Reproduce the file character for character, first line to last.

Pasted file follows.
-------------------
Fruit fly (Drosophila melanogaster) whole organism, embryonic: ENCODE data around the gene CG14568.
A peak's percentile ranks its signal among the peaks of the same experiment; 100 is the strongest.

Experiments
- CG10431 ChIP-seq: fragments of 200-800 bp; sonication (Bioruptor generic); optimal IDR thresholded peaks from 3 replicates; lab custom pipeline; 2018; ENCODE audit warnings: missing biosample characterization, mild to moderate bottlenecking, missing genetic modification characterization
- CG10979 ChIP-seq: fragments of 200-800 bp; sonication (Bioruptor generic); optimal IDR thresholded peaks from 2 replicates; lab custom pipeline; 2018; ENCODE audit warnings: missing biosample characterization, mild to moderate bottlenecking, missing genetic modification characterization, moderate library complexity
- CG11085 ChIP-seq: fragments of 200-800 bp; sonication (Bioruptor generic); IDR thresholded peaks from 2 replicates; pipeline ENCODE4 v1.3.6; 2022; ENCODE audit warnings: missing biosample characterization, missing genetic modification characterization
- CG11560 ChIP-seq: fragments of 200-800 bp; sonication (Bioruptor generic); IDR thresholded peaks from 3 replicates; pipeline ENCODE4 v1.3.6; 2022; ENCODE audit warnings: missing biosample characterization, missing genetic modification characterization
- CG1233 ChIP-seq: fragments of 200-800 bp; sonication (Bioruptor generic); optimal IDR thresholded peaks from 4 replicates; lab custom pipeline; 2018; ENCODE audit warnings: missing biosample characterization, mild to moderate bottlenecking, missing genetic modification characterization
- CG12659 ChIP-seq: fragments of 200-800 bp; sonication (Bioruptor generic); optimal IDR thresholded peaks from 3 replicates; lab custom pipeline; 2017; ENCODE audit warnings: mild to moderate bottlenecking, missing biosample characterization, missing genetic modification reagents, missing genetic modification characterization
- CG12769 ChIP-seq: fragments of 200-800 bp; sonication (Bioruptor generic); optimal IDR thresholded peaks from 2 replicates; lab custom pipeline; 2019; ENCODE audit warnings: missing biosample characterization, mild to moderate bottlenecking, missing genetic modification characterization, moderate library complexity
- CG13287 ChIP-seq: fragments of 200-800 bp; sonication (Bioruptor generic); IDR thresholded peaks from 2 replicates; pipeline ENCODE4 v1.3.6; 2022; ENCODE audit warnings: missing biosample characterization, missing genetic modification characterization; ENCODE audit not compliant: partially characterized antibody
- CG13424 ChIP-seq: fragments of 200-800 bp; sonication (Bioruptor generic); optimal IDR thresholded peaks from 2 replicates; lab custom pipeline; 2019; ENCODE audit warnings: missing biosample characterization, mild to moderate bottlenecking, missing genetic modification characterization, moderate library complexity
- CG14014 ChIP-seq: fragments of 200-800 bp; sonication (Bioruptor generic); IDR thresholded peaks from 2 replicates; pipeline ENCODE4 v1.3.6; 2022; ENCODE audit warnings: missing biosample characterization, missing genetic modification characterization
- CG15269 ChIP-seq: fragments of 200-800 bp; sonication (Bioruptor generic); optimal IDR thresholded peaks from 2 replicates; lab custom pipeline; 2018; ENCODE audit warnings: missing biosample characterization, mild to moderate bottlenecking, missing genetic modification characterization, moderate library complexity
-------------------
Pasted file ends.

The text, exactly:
Fruit fly (Drosophila melanogaster) whole organism, embryonic: ENCODE data around the gene CG14568.
A peak's percentile ranks its signal among the peaks of the same experiment; 100 is the strongest.

Experiments
- CG10431 ChIP-seq: fragments of 200-800 bp; sonication (Bioruptor generic); optimal IDR thresholded peaks from 3 replicates; lab custom pipeline; 2018; ENCODE audit warnings: missing biosample characterization, mild to moderate bottlenecking, missing genetic modification characterization
- CG10979 ChIP-seq: fragments of 200-800 bp; sonication (Bioruptor generic); optimal IDR thresholded peaks from 2 replicates; lab custom pipeline; 2018; ENCODE audit warnings: missing biosample characterization, mild to moderate bottlenecking, missing genetic modification characterization, moderate library complexity
- CG11085 ChIP-seq: fragments of 200-800 bp; sonication (Bioruptor generic); IDR thresholded peaks from 2 replicates; pipeline ENCODE4 v1.3.6; 2022; ENCODE audit warnings: missing biosample characterization, missing genetic modification characterization
- CG11560 ChIP-seq: fragments of 200-800 bp; sonication (Bioruptor generic); IDR thresholded peaks from 3 replicates; pipeline ENCODE4 v1.3.6; 2022; ENCODE audit warnings: missing biosample characterization, missing genetic modification characterization
- CG1233 ChIP-seq: fragments of 200-800 bp; sonication (Bioruptor generic); optimal IDR thresholded peaks from 4 replicates; lab custom pipeline; 2018; ENCODE audit warnings: missing biosample characterization, mild to moderate bottlenecking, missing genetic modification characterization
- CG12659 ChIP-seq: fragments of 200-800 bp; sonication (Bioruptor generic); optimal IDR thresholded peaks from 3 replicates; lab custom pipeline; 2017; ENCODE audit warnings: mild to moderate bottlenecking, missing biosample characterization, missing genetic modification reagents, missing genetic modification characterization
- CG12769 ChIP-seq: fragments of 200-800 bp; sonication (Bioruptor generic); optimal IDR thresholded peaks from 2 replicates; lab custom pipeline; 2019; ENCODE audit warnings: missing biosample characterization, mild to moderate bottlenecking, missing genetic modification characterization, moderate library complexity
- CG13287 ChIP-seq: fragments of 200-800 bp; sonication (Bioruptor generic); IDR thresholded peaks from 2 replicates; pipeline ENCODE4 v1.3.6; 2022; ENCODE audit warnings: missing biosample characterization, missing genetic modification characterization; ENCODE audit not compliant: partially characterized antibody
- CG13424 ChIP-seq: fragments of 200-800 bp; sonication (Bioruptor generic); optimal IDR thresholded peaks from 2 replicates; lab custom pipeline; 2019; ENCODE audit warnings: missing biosample characterization, mild to moderate bottlenecking, missing genetic modification characterization, moderate library complexity
- CG14014 ChIP-seq: fragments of 200-800 bp; sonication (Bioruptor generic); IDR thresholded peaks from 2 replicates; pipeline ENCODE4 v1.3.6; 2022; ENCODE audit warnings: missing biosample characterization, missing genetic modification characterization
- CG15269 ChIP-seq: fragments of 200-800 bp; sonication (Bioruptor generic); optimal IDR thresholded peaks from 2 replicates; lab custom pipeline; 2018; ENCODE audit warnings: missing biosample characterization, mild to moderate bottlenecking, missing genetic modification characterization, moderate library complexity